Jonathan Young
New Greenham Arts

Publicity photo

Shams' production of Reykjavik was an amazing theatrical experience. From the moment you were asked to don white hooded forensic suits and were handed goggles in the foyer you sensed that you were going to participate in a unique encounter.

Ushered into the auditorium by similarly clad actors the audience stood behind a white cloth waiting in anticipation, not knowing what to expect. A series of coloured lights and images were projected onto the cloth with voices amplified and telling a story about Iceland and then performer Jonathan Young appears through the white 'glacier' and welcomes us to this inhospitable land and we all go under the cloth into a new fresh world and are invited to explore. There are mirrors on wheels, a large bed, a sink, clothes hanging, candles burning on a Buddhist shrine and a white floor marked in squares with numbered stickers in them; numbers that correspond to the ones on our suits - intriguing.

Young is a consummate storyteller and performer. Slowly the fragments of his life are revealed and rather like forensic scientists the audience piece together his story. He visited Paris and fell in love with a beautiful woman who was separated from her husband and has two children. We are asked to participate in a dance class and discover that we must: "grasp your future, let go of the past and it will lead to freedom."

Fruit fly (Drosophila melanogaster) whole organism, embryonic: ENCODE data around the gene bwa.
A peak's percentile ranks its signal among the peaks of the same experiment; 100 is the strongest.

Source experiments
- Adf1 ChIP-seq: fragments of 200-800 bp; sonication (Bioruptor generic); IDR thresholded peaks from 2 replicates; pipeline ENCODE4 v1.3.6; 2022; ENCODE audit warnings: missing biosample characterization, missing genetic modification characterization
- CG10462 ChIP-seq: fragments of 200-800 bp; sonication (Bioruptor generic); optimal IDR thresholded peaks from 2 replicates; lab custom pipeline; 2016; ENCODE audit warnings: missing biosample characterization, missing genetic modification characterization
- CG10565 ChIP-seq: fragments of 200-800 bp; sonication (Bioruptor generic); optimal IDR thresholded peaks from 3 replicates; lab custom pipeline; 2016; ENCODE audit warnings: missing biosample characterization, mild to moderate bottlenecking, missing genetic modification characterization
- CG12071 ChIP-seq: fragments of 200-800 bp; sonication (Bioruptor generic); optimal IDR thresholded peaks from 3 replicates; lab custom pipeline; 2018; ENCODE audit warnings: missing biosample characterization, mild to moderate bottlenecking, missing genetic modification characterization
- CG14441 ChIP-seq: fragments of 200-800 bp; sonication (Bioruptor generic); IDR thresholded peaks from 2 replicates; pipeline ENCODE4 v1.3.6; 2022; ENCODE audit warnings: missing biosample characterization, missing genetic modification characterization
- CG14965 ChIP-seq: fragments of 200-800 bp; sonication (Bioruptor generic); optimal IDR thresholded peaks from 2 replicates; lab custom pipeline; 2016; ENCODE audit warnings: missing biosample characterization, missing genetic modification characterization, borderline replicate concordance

For Jonathan (known as Y) this leads him to Iceland where he tries to continue his seduction of his lover known as S with turbulent results. The picture created is one of extremes, ice-cold weather, hot springs and swirling mist as the audience move from the bedroom in their flat to the geometrical labyrinth of the Sundhollin Swimming Palace's changing room in true promenade style theatre, using the whole of the performance space as Y's story unfolds, guided by the other two 'actors', Steve Loader and Sinikka Kyllonen.

The car crash scene in which the audience had to wear their goggles with blurred lenses with the accident suggested by coloured lights and a startling soundscape (Adrienne Quartly) was a frightening play on the senses.

Essentially this is a play about memory, not only what we remember, but how we remember and in what order. Its concept is beguiling and challenging with inventive staging and clever use of multi-media projections (Paul Burgess) and atmospheric lighting by Katherine Williams.

Inventively directed by Carolina Valdes and Lucinka Eisler this was a moving, thought provoking experience.

"Reykjavik" is touring to the Bongo Club at the Edinburgh Festival Fringe in August

Matt Boothman reviewed an earlier version of this production in 2009

Reviewer: Robin Strapp

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